Rotten Tomatoes debuted a new Facebook movie review show on Thursday night. And as part of that show, which features Jacqueline Coley and Segun Oduolowu sparring over new movies and TV shows for around seven minutes, Rotten Tomatoes will select one new movie or TV show and reveal that film or show’s Tomatometer score on the webcast itself. In this case, since the embargo for A Bad Moms Christmas was essentially 15 hours before the broadcast, they chose that newbie as the exclusive “unveiling” title. Maybe next week it’ll be Paramount/Viacom Inc.’s Daddy’s Home 2, which I imagine will also have an embargo pretty close to the Nov. 10 release date. Or maybe they will pick something with a long-lead embargo that doesn’t open for a bit. We can expect much hand-wringing if they select the obvious pick for Nov. 17 as the “keep away” title.

I spoke with my Rotten Tomatoes contacts, who assured me that this is not any kind of under-the-table deal with studios and that Rotten Tomatoes will not be holding back reviews and scores until a film’s or TV show’s opening day as a matter of course.

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Critics Understanding Media and Pop Culture

RT Interview with “American Made” Director Doug Liman

Posted on October 1, 2017 at 4:55 pm

I’m a fan of Doug Liman, director of four “Bourne” movies, “Mr. and Mrs. Smith,” and the neglected gem “Edge of Tomorrow.” I really enjoyed his list of five favorite movies for Rotten Tomatoes (I love “Guess Who’s Coming to Dinner?” too) and his fondness for flawed heroes. Here are his comments on making a feature film based on a true story.

A movie like this, there’s a lot of research that goes into it. It’s a true story, so we want to honor that. But we’re not making the movie because it’s a true story, we’re making the movie because it’s a great story and has great characters in it. But I’ve often found sticking to the truth makes for better movies, at least when I make them. I come up with better scenes when I’m hemmed in by the reality of the situation. Limiting the CIA’s power in Bourne Identity – what they really could do at the time versus, you know, other movies that came up with magical command centers, where the CIA has eyes in the sky that can see everything in real time, and not deal with the reality that a spy satellite that’s low enough to see people on the ground isn’t geo-stationary, but is travelling across the land at a very high rate of speed. And it can be over a site for maybe 30 seconds. I’m interested in those limitations. I think they make the scenes more exciting.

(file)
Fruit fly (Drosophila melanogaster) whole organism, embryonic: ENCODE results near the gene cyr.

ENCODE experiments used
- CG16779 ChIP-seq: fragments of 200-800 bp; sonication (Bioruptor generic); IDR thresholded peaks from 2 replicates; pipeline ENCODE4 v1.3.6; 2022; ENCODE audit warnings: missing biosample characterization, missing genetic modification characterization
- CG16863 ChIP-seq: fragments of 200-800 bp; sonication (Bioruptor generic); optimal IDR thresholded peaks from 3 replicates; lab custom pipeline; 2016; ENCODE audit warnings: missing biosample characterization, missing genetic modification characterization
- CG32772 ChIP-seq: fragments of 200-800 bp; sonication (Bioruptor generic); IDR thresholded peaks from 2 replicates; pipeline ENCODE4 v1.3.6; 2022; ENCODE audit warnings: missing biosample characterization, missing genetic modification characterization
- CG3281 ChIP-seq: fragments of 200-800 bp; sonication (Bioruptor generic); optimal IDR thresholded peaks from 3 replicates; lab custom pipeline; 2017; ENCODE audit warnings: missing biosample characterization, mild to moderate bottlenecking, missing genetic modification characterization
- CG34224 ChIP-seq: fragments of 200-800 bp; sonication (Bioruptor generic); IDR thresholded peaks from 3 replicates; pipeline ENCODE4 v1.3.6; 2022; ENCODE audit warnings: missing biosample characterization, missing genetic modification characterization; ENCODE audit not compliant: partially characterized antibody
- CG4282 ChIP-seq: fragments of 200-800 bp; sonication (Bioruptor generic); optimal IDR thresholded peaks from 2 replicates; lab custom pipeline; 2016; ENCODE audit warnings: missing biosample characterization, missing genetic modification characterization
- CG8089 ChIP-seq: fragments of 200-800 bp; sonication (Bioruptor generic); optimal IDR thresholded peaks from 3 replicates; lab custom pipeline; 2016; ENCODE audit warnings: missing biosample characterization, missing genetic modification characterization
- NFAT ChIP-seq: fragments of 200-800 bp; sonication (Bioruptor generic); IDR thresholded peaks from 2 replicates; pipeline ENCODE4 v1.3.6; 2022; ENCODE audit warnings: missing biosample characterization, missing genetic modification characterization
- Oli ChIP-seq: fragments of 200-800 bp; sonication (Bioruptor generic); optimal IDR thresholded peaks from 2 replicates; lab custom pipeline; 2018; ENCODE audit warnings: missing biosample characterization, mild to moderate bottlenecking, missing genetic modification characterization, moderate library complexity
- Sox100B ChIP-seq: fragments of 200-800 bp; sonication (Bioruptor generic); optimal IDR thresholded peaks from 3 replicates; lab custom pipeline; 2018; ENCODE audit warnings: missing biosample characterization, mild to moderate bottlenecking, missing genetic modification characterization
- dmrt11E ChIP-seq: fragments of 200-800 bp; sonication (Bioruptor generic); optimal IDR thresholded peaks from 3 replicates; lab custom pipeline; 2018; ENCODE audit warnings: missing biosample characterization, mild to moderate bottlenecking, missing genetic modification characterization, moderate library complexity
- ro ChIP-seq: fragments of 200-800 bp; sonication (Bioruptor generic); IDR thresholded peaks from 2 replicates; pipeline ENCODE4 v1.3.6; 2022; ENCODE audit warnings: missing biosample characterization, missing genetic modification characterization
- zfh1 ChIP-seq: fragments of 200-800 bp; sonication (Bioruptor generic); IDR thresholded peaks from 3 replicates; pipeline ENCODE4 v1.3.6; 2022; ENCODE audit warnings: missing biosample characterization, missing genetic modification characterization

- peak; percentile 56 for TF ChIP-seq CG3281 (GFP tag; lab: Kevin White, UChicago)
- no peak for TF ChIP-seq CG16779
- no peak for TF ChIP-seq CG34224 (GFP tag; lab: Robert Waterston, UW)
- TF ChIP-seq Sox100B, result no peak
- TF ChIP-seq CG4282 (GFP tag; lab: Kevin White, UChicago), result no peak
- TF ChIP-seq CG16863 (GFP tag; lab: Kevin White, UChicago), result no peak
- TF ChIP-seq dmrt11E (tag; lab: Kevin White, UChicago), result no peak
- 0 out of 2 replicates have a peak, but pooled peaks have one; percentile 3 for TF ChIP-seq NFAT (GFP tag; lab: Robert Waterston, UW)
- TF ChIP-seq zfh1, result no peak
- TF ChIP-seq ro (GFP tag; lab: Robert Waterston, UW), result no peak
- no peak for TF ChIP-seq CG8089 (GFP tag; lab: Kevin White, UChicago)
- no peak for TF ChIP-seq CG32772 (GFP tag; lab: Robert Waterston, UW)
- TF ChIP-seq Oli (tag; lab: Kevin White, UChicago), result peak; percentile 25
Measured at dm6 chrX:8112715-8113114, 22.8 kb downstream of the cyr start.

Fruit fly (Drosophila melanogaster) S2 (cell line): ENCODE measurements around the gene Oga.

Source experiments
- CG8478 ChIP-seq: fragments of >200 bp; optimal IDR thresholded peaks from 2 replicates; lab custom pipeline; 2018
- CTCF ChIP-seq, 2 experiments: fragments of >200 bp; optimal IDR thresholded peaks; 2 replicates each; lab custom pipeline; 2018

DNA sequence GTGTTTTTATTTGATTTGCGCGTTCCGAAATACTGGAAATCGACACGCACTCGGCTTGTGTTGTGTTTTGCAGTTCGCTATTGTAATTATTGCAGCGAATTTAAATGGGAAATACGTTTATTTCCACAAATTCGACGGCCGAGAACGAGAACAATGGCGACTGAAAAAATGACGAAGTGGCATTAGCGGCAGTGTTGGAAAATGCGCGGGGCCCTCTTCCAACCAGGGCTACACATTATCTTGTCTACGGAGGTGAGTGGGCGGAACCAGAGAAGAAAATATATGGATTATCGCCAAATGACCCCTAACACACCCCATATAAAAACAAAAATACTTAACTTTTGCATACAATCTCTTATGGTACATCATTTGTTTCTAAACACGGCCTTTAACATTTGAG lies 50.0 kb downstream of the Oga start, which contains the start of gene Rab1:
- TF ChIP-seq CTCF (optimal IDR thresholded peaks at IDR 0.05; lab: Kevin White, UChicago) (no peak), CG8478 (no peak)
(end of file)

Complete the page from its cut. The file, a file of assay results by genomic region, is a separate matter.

So, making a movie like American Made, I’m interested in the reality of the story, because in my career up to date, the reality of the situation has always made my scenes more entertaining and more dramatic. And here I can always go back to the well, so any time I felt like the screenwriter was taking a shortcut, I’d say, “Well, let’s look at how it really happened.” And inevitably, I’d find a more exciting scene.

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Directors

Want One of the Best Jobs in Movie Criticism/Coverage?

Posted on August 10, 2017 at 1:21 am

The wonderful editor of Rotten Tomatoes, Matt Atchity, has left to oversee programming at the Young Turks, and that means the top job is open! Here’s your chance to run one of the most popular sites on the internet!

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Critics